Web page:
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Trump to meet with South Korean president amid summit anxiety

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Trump says planned North Korea summit still on 06:40

As President Trump reckons with the difficulty of denuclearizing the Korean peninsula, he'll sit down Tuesday with President Moon Jae-in of South Korea for a potentially tense day of meetings. It should have been a day of comparing notes with his South Korean counterpart, who recently participated in a summit with North Korean Dictator Kim Jong Un at the end of April. Instead, the meeting is assuming a different tone for Mr. Trump after North Korea's chief nuclear negotiator, Ri Son Gwon, fired off a string of inflammatory statements against the U.S. last week.
Gwon stated that the North would never exchange its nuclear program for economic aid, insisted that the North will not agree to unilateral nuclear disarmament, and called the South "ignorant and incompetent." 

Administration sources confirm that Mr. Trump was incensed by Gwon's incendiary missives, which came just weeks before his planned meeting with Kim in Singapore next month.

North Korea threatens to call off off next month's summit with U.S. 06:29

The administration is also struggling to reconcile its objectives with those of its regional allies, South Korea and Japan. Moon's government is eager to ease sanctions on the North, while Mr. Trump wants to maintain the "maximum pressure" campaign he credits with bringing Kim to the negotiating table. Japan, meanwhile, fears that a grand bargain will continue to leave them at risk of North Korean aggression.
"It may just be that the White House wasn't sufficiently steeped in the history of dealing with North Korea to understand the definitions of what North Korea might be willing or not willing to do," Bruce Klingner, a senior research fellow for Northeast Asia at the Heritage Foundation, told CBS News.
"We saw [Secretary of State] Mike Pompeo and the White House saying things like. 'North Korea is saying things they've never said before,' but in fact, they're saying the exact same things they've said for 27 years of negotiations."
Former administration officials and Korean experts have repeatedly warned that North Korea will never fully surrender its nuclear weapons program and that the U.S. would have to make major concessions before Pyongyang agrees to halt parts of it.
While officials claim that Mr. Trump is still committed to the summit, sources close to the administration confirm that the president, who has mused publicly about winning a Nobel Peace Prize for his denuclearization efforts, is not as interested in the minutiae of preparations for his high stakes meeting with Kim.
The North Korean leader, on the other hand, "is very knowledgeable about these nuclear issues while the president doesn't read and he doesn't listen to the briefings," a source close to the administration told CBS News.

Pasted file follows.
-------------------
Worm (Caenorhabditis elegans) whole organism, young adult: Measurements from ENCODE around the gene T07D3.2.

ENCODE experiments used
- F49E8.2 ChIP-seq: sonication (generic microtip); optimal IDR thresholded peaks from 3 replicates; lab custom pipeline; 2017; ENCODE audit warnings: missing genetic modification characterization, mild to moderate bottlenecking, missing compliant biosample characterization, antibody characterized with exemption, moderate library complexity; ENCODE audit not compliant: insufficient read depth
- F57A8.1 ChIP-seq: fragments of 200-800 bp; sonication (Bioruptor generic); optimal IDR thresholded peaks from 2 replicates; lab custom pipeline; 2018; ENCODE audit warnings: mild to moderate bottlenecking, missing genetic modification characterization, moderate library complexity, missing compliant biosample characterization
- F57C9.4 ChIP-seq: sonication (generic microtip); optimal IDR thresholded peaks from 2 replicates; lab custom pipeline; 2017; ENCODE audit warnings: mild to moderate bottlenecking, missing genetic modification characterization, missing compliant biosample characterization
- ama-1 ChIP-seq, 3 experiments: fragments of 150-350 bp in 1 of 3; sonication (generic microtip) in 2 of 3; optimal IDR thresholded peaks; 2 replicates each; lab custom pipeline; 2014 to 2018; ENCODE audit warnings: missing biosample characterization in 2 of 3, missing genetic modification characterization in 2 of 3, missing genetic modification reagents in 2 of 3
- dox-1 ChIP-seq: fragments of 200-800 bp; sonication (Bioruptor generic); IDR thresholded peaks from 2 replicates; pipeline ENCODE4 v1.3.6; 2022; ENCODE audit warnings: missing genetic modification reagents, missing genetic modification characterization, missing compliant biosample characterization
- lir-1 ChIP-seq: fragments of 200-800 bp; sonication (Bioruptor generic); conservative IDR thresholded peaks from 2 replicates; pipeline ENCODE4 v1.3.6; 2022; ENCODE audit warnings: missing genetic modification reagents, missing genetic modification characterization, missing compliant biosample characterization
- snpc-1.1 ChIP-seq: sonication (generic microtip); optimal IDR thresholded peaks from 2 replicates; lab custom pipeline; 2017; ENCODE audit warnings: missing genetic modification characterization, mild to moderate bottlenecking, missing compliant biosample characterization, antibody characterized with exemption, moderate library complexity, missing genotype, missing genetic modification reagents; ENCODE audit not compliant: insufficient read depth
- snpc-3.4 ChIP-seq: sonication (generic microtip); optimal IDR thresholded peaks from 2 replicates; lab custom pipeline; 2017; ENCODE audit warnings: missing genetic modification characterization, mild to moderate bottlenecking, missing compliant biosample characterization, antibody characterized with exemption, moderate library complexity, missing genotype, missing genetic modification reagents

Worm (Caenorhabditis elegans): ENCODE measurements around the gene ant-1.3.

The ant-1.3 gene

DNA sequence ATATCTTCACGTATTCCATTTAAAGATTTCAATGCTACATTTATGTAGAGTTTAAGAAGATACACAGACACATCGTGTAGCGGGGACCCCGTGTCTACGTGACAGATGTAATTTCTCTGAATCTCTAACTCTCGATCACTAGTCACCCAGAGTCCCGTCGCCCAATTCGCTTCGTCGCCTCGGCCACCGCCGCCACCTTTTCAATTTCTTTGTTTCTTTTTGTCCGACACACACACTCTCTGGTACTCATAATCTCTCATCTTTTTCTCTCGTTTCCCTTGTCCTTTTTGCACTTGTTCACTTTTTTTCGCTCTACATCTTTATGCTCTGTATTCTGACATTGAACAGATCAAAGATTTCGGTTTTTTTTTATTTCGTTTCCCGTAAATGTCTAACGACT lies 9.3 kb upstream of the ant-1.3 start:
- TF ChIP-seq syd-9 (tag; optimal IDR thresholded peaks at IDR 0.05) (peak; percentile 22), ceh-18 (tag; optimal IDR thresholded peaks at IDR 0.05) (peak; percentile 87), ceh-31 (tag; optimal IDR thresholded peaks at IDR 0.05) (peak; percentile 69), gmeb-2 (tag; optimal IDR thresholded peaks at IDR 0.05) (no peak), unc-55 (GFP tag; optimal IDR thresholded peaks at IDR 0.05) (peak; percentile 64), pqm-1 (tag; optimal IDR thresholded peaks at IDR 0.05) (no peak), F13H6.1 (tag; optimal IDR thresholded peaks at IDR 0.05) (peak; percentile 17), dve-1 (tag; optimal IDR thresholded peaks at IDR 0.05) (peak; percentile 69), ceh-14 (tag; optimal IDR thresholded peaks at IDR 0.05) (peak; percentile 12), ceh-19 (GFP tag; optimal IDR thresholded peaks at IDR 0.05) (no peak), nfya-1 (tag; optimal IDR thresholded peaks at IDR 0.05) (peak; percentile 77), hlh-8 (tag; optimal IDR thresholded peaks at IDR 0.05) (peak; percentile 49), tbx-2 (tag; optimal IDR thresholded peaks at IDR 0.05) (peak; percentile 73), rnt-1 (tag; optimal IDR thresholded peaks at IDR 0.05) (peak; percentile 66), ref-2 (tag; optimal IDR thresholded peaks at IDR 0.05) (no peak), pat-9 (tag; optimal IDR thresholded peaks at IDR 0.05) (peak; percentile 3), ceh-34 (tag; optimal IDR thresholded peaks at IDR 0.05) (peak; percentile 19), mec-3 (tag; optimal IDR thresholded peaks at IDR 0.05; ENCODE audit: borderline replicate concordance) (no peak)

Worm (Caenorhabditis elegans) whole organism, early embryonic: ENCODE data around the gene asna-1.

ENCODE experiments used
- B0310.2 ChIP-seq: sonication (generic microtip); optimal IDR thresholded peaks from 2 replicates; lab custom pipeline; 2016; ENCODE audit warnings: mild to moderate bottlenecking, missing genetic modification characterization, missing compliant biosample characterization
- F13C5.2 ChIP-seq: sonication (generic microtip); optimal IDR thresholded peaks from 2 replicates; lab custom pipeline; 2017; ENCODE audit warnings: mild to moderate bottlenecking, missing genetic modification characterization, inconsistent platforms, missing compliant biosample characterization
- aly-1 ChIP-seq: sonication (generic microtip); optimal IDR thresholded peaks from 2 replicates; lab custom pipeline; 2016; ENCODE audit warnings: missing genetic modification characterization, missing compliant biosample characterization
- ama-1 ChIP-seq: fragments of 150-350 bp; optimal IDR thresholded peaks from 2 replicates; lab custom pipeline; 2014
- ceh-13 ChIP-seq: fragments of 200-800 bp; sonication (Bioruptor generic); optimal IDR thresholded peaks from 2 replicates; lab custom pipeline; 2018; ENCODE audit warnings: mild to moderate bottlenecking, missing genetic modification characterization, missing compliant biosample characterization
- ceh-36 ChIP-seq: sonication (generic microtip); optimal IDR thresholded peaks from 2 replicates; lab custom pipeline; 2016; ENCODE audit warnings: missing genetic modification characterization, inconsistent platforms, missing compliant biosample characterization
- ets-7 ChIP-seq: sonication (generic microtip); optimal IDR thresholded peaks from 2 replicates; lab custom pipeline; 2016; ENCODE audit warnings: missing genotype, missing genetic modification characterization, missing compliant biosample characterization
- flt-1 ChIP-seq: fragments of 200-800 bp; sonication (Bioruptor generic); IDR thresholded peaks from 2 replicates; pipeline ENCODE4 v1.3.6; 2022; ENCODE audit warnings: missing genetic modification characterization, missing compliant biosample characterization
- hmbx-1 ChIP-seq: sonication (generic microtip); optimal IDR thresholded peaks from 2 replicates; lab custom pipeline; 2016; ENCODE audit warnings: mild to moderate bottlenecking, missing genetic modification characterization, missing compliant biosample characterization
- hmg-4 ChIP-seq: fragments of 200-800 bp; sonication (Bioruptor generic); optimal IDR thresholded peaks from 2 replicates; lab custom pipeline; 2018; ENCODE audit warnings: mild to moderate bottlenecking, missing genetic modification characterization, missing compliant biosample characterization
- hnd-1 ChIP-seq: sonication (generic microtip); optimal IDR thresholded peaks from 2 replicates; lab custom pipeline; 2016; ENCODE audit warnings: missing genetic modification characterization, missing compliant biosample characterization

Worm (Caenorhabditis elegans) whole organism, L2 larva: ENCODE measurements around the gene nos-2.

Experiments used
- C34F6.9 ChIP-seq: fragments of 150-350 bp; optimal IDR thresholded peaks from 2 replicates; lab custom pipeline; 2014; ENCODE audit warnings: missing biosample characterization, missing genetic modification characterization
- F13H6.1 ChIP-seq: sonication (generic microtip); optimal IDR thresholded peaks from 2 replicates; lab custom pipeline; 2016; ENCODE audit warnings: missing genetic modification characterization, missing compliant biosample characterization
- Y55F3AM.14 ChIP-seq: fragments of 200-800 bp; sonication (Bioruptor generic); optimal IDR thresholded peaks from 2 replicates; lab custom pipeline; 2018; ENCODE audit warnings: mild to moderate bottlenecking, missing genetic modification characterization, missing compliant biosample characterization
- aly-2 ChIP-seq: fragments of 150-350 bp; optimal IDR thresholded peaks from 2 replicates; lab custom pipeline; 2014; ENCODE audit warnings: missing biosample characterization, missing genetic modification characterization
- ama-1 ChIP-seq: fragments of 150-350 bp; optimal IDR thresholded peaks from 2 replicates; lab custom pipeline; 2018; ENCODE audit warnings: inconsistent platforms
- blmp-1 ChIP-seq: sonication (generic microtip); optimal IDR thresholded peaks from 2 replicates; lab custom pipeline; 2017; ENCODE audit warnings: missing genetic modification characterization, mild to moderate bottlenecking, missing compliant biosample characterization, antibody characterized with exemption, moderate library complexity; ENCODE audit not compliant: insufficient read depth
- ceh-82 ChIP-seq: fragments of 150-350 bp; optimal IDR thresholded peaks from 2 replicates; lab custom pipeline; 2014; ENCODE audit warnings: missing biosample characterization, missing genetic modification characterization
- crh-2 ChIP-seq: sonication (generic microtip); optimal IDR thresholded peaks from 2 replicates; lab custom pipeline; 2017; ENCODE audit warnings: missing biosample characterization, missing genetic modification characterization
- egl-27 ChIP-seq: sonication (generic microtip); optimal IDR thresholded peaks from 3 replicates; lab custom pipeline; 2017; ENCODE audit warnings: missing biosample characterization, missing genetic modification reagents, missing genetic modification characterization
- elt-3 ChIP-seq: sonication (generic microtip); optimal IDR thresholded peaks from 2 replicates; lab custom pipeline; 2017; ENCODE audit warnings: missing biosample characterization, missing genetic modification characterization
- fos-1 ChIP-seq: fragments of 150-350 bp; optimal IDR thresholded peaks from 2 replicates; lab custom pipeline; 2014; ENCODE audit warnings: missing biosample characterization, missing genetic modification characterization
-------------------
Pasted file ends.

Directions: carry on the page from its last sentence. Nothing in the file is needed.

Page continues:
The National Security Council did not respond to CBS News' request for comment on the president's preparations.
Governor Bill Richardson, Ambassador to the United Nations under President Bill Clinton, says that Pompeo, who has already met with Kim twice, should spearhead all negotiations leading up to Singapore.

"Trump should just stay quiet and let Pompeo run the show and keep the entire administration -- including the press secretary and any other spokesman -- off the Sunday shows. This is the critical period," he told CBS News.  
The White House's disorganized messaging on the summit became more apparent after National Security Adviser John Bolton on "Face the Nation" last month held up a "Libya model" for nuclear disarmament with North Korea. This enraged North Korean officials, as the U.S. helped overthrow Libyan dictator Muammar Qaddafi less than a decade after he agreed to surrender his nuclear program. The White House attempted to walk back Bolton's comments last week after North Korea threatened to call off the summit, and the president himself rejected the idea of modeling the plan on Libya.

"The Libyan model is not a model that we have at all when we are thinking of North Korea," the president said Thursday. "In Libya, we decimated that country. That country was decimated."

Former government officials who have served under previous presidents also say that bureaucratic issues have hamstrung the White House's preparations and alienated allies.
"Our counterparts in the region are realizing that there are no interlocutors that are worth engaging with. They don't feel confident that their message -- unless it's directly delivered to Trump, Pompeo, Mattis or Bolton -- they do not trust that their messages are getting through or getting through accurately or that they are getting altered messages back," another source close to the administration told CBS News.
"If the system was working, then there would be diplomatic channels, cables, meetings with ambassadors, staff preparation and that would be rolling up on both sides. That's broken right now. So you're seeing more leaders on planes," the source added.

To that end, Japan's Minister of Foreign Affairs will meet with Pompeo and Bolton later this week, after Mr. Trump's meeting with Moon, according to a White House official. "The Japanese are very concerned that Trump encouraged them to take a very hard line on Kim and now they feel left out there," former Ambassador to South Korea Christopher Hill told CBS News.

A Japanese official told CBS News that he expects Mr. Trump to communicate to Moon that a hard line against the North is still necessary.

"We should continue to put pressure on North Korea until Kim initiates the first step to verify his intentions to dismantle his missile program," the official said.

"I hope that -- I'm sure that we are on the same page," the official added.

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